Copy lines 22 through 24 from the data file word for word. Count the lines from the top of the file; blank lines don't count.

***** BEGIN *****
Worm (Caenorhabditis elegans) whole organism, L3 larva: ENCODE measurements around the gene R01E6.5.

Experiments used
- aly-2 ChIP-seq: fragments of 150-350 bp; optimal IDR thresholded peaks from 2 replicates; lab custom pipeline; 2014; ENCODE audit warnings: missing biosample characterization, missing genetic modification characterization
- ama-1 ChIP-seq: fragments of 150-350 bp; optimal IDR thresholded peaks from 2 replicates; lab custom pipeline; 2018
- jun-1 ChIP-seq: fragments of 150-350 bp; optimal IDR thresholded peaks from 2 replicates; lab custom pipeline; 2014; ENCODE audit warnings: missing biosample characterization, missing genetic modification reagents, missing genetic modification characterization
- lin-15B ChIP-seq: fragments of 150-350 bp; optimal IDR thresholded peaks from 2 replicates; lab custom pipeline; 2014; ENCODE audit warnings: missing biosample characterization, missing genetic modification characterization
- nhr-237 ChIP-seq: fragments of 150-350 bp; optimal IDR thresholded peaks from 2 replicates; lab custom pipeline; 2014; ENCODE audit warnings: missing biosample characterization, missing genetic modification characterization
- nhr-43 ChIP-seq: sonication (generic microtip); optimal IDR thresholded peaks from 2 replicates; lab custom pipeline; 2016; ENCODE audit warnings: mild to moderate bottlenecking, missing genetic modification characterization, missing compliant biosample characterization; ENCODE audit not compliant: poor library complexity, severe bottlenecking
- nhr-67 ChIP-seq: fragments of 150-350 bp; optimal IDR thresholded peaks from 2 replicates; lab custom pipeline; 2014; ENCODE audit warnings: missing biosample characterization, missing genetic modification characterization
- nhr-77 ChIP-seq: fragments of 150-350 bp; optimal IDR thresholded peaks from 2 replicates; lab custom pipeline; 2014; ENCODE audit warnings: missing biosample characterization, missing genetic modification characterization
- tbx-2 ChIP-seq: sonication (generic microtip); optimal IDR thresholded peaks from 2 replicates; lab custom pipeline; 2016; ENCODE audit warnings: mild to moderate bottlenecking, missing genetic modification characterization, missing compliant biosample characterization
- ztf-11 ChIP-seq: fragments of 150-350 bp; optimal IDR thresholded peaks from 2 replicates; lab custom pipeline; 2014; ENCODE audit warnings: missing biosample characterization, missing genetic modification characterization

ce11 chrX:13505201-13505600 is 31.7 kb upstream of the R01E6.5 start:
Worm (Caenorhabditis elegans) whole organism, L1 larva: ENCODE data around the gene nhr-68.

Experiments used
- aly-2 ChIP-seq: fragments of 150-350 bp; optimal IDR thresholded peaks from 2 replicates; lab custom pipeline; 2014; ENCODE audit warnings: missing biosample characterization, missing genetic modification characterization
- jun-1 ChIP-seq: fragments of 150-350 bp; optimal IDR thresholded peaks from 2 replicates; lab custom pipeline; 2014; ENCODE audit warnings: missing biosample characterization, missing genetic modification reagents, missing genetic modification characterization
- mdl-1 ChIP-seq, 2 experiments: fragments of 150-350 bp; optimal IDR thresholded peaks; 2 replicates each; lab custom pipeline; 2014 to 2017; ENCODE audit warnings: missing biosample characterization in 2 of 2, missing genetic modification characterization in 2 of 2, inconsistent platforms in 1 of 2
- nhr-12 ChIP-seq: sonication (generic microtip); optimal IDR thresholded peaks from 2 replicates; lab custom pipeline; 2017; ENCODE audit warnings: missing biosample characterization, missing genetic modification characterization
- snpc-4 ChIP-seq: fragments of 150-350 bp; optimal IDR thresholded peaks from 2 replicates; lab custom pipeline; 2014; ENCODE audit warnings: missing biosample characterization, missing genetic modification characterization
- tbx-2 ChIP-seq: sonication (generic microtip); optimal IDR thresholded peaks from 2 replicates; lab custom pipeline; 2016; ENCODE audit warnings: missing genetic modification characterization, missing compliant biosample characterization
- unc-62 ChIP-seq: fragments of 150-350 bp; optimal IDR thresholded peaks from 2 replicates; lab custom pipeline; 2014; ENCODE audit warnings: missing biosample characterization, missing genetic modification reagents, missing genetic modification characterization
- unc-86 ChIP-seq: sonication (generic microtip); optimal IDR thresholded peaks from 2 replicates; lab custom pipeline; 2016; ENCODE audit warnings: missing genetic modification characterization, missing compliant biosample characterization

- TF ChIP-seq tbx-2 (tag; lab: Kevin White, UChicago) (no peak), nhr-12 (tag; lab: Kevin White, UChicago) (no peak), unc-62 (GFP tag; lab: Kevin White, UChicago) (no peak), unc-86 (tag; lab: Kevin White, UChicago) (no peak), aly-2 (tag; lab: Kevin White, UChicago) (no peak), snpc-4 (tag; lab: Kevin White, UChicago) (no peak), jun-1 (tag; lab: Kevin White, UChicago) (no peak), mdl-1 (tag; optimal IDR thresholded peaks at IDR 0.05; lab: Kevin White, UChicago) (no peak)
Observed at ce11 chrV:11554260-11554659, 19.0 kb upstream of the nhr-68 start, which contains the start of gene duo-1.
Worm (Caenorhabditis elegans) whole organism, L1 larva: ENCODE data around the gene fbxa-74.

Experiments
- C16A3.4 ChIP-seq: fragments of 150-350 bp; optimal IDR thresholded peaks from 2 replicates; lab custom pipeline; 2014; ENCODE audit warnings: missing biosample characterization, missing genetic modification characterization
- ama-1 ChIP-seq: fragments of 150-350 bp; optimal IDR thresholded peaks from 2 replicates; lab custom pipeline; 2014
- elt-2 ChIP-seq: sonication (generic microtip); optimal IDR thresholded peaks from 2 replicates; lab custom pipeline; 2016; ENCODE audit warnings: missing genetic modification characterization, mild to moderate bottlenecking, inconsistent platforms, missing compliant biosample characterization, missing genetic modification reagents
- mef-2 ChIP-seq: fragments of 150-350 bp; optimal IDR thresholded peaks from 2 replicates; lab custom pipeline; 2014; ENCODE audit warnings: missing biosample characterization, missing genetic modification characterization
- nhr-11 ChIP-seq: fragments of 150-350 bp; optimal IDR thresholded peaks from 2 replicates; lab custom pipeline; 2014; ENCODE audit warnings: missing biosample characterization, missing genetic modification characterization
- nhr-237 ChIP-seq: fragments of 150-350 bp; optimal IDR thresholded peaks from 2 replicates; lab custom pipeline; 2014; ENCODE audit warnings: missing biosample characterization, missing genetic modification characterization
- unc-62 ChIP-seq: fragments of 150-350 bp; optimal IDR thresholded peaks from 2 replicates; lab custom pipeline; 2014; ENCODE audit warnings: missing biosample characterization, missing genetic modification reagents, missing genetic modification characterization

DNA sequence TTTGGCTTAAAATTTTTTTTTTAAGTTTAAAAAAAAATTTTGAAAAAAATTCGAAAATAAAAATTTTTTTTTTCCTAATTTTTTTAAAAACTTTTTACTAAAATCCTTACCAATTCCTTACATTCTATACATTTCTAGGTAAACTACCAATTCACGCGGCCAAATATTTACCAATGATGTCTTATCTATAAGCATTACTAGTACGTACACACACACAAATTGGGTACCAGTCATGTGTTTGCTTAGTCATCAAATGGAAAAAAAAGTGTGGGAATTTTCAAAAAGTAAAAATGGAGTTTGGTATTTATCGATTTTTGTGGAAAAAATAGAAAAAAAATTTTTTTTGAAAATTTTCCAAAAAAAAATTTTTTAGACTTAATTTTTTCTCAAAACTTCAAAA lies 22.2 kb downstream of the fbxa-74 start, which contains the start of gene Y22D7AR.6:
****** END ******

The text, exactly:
- unc-62 ChIP-seq: fragments of 150-350 bp; optimal IDR thresholded peaks from 2 replicates; lab custom pipeline; 2014; ENCODE audit warnings: missing biosample characterization, missing genetic modification reagents, missing genetic modification characterization
- unc-86 ChIP-seq: sonication (generic microtip); optimal IDR thresholded peaks from 2 replicates; lab custom pipeline; 2016; ENCODE audit warnings: missing genetic modification characterization, missing compliant biosample characterization

- TF ChIP-seq tbx-2 (tag; lab: Kevin White, UChicago) (no peak), nhr-12 (tag; lab: Kevin White, UChicago) (no peak), unc-62 (GFP tag; lab: Kevin White, UChicago) (no peak), unc-86 (tag; lab: Kevin White, UChicago) (no peak), aly-2 (tag; lab: Kevin White, UChicago) (no peak), snpc-4 (tag; lab: Kevin White, UChicago) (no peak), jun-1 (tag; lab: Kevin White, UChicago) (no peak), mdl-1 (tag; optimal IDR thresholded peaks at IDR 0.05; lab: Kevin White, UChicago) (no peak)